Issue Date: 
Monday, October 26, 2015

3 unforgivable mistakes when responding to a Bid

We had the privilege to be part of an Evaluation committee for a Government Entity that put out an Invitation to Bid. The Bid was for a fairly technical service and therefor the response to the bid was poor. In fact there were only ten responses to the Invitation to Bid.

Upon opening and evaluating these bid responses the importance of a proper understanding of tender or bid responses was obvious. The basic mistakes that were made are unforgivable. These were amateur mistakes made by so-called experts in the tender environment, and making them could lead to the immediate disqualification of your bid response.

During the evaluation of the abovementioned bid responses these three unforgivable mistakes were made :

  • No bid price - if you do not provide a price for the product or service that you are going to supply then you will be disqualified. Government uses the Preferential Point System to determine a winning bid and the two pillars of the Preference Point System is Price and B-BBEE - not providing a price is detrimental to your bid response.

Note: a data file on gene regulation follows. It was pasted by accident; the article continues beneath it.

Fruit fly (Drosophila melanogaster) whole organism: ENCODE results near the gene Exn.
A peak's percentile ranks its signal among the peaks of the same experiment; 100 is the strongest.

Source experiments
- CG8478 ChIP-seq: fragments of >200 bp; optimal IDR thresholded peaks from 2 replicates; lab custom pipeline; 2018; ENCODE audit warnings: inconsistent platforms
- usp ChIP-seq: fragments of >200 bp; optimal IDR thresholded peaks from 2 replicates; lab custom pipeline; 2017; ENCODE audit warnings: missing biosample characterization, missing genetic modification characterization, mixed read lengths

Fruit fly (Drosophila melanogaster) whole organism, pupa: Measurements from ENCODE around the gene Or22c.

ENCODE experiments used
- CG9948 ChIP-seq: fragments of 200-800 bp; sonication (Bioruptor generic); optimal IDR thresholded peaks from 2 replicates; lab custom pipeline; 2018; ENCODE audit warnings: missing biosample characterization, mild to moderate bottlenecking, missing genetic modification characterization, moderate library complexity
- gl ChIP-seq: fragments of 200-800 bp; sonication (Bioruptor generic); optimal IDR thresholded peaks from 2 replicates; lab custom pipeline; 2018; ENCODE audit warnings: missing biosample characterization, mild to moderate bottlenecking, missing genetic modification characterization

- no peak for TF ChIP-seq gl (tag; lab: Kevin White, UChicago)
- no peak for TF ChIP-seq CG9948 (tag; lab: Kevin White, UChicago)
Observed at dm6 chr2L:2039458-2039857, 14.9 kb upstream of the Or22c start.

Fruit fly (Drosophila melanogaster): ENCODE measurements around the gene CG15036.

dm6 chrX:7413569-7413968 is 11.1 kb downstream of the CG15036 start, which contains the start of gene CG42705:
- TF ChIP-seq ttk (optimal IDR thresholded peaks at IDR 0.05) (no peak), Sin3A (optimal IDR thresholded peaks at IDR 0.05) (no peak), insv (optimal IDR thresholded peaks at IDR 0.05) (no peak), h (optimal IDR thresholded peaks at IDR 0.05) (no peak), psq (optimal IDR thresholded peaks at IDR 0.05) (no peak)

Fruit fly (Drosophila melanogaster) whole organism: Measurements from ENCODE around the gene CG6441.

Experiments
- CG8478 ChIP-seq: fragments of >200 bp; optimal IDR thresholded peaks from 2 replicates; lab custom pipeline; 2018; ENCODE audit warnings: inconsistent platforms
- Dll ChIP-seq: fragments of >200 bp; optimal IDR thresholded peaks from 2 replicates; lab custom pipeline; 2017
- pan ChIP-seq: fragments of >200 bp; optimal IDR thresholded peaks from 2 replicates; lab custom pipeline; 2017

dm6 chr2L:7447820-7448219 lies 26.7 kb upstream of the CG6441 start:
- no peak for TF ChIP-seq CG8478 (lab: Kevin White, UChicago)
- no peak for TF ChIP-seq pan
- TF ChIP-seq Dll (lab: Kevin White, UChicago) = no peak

• Bid price is too high or too low - it might sound absurd that having the highest or the lowest bid price can disqualify you but if the average price of all the responses are R24,000,000-00 and your price is R2,500,000-00 or R70,000-00 then there is obviously something wrong. When responding to a tender familiarise yourself with exactly what the Purchaser wants to procure and at what cost.
  • Correct Compulsory Documents - when responding to a bid ensure that you have attached all the Compulsory documents that the Government Entity has requested. There are reasons why they want to see your B-BBEE certificate or the Annual Financial Statements. Ignoring the request for Compulsory documents can lead to your bid response being disqualified.

The effect of these three mistakes made by the responders to the bid evaluated was that five of the ten bids were disqualified. The responders of this bid had a one out of ten chance to be successful but instead they got instantly disqualified.

The one common element we see when evaluating bid responses is that people who complete the bid responses are careless by not reading the bid document carefully to ensure that nothing is omitted.

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Brand new Preferential Procurement Regulations 2017 for Tenders

The brand new Preferential Procurement Regulations 2017, has been finalized and was gazetted on 20 January 2017. There are some interesting changes and challenges that we will discuss during the coming months. This is the official media release from National Treasury:

The regulations were initially promulgated in 2001 and revised in 2011 thus making this the second revision since the initial promulgation.

The revision of the Preferential Procurement Regulations of 2011 was largely influenced by the need... Read More

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